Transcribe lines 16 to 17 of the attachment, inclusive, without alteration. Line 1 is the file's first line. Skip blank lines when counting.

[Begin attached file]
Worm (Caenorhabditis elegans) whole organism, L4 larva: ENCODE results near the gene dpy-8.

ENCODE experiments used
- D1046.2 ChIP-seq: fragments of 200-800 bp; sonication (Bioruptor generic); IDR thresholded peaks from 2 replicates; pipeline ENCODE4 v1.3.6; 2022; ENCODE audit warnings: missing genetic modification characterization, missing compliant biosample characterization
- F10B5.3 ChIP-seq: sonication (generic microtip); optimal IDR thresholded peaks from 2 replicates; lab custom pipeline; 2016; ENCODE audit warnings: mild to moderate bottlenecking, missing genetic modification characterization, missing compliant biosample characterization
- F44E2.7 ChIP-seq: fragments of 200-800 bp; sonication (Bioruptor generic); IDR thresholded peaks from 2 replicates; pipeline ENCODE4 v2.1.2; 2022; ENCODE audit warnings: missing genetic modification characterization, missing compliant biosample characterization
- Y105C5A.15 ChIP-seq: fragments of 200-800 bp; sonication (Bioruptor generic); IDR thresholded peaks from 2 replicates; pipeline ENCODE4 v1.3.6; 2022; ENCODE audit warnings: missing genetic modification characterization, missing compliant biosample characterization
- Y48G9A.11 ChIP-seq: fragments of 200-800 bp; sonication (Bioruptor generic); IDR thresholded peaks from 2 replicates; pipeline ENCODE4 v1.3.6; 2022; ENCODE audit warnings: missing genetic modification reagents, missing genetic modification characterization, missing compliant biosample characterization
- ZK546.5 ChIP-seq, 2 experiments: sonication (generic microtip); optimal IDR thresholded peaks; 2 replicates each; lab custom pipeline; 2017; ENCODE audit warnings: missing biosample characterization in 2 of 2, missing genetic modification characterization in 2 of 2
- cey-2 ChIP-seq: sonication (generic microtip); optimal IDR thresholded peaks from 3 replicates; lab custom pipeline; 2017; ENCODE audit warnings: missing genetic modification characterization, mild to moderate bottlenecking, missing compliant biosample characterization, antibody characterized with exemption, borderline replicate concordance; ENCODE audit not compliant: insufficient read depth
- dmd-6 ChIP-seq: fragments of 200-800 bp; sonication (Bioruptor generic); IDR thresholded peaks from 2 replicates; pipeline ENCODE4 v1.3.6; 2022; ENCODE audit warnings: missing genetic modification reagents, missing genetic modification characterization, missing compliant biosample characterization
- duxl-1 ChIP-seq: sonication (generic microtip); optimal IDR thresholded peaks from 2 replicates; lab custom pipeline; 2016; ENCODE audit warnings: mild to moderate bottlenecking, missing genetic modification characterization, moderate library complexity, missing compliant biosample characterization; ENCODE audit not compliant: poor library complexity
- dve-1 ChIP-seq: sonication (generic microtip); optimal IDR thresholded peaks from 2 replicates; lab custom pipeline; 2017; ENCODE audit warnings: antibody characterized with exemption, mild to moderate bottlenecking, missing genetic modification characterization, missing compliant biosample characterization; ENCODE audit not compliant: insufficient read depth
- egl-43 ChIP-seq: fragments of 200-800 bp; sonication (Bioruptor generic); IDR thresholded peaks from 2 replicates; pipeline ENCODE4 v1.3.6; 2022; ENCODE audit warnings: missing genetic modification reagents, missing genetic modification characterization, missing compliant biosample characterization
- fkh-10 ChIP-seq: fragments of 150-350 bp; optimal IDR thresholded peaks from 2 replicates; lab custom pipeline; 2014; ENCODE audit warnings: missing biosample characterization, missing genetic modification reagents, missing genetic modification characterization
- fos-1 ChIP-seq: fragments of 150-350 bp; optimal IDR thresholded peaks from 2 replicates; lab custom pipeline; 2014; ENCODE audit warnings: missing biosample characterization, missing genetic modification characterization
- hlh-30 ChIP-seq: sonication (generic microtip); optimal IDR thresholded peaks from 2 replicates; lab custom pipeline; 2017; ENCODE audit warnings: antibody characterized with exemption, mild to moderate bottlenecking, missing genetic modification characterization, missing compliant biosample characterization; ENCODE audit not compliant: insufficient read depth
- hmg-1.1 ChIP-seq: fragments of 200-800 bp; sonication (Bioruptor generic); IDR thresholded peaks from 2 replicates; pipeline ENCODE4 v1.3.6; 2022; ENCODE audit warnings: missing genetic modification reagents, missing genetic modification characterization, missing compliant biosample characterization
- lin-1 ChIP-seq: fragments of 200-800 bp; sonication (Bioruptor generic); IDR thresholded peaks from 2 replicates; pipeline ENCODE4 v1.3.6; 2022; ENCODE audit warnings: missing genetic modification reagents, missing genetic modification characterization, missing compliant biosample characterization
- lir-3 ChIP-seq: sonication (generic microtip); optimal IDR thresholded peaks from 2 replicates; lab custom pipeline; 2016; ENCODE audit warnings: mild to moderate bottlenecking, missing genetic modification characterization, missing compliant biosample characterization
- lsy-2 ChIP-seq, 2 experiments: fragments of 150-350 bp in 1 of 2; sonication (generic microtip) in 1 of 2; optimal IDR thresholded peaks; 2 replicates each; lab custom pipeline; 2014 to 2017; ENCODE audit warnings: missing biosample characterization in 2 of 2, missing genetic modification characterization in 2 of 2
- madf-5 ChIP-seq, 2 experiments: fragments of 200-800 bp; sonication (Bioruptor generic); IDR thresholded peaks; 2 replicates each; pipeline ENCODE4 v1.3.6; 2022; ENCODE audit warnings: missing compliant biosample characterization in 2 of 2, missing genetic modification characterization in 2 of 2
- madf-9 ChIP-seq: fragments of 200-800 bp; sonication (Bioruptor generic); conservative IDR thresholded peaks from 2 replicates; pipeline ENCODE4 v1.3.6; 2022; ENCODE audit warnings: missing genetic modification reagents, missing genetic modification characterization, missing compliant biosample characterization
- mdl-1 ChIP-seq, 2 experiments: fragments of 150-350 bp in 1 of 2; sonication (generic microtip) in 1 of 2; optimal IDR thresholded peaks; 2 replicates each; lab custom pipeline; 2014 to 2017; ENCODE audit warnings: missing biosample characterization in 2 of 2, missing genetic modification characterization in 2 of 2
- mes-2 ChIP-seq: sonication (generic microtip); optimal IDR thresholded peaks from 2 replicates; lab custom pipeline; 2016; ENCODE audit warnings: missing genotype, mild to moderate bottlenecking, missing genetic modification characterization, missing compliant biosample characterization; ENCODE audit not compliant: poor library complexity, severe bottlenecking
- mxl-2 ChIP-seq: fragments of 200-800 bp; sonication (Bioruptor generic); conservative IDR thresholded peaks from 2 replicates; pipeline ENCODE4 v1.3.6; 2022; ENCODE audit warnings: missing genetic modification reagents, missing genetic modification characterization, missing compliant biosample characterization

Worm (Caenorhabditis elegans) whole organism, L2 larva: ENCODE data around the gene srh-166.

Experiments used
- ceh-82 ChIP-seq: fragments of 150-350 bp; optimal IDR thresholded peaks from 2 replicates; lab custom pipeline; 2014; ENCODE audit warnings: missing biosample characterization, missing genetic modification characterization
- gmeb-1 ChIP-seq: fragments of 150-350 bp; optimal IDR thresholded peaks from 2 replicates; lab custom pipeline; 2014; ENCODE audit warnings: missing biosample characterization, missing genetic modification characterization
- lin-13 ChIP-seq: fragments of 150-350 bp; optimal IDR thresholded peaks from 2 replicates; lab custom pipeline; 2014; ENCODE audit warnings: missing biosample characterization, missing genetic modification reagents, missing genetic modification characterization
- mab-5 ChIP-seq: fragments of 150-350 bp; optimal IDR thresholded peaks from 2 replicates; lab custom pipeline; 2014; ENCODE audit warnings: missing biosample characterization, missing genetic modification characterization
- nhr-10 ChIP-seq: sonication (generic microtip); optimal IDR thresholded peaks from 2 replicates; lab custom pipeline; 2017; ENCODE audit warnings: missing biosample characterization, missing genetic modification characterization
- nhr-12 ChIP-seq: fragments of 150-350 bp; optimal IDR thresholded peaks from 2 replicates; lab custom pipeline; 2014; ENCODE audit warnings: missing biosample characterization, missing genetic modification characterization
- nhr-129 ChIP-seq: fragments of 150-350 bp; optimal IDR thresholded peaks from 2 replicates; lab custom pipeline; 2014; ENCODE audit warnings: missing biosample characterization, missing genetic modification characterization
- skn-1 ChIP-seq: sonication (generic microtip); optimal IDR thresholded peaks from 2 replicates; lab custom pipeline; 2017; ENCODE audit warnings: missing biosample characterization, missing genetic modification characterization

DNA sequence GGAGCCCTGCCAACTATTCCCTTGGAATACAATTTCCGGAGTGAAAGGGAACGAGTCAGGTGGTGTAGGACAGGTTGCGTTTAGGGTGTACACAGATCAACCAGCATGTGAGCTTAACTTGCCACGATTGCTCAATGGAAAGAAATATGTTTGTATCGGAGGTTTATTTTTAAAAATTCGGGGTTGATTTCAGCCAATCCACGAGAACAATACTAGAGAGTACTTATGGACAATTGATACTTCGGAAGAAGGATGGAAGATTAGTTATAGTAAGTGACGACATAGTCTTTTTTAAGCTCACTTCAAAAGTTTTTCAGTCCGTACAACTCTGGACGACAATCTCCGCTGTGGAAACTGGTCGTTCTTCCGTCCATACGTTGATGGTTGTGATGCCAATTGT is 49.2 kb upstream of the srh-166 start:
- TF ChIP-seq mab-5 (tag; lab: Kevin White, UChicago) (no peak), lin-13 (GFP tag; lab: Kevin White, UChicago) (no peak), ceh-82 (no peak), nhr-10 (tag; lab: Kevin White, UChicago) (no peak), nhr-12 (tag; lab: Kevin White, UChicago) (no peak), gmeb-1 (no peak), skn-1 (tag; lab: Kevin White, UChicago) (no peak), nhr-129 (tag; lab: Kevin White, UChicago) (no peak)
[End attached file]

- hlh-30 ChIP-seq: sonication (generic microtip); optimal IDR thresholded peaks from 2 replicates; lab custom pipeline; 2017; ENCODE audit warnings: antibody characterized with exemption, mild to moderate bottlenecking, missing genetic modification characterization, missing compliant biosample characterization; ENCODE audit not compliant: insufficient read depth
- hmg-1.1 ChIP-seq: fragments of 200-800 bp; sonication (Bioruptor generic); IDR thresholded peaks from 2 replicates; pipeline ENCODE4 v1.3.6; 2022; ENCODE audit warnings: missing genetic modification reagents, missing genetic modification characterization, missing compliant biosample characterization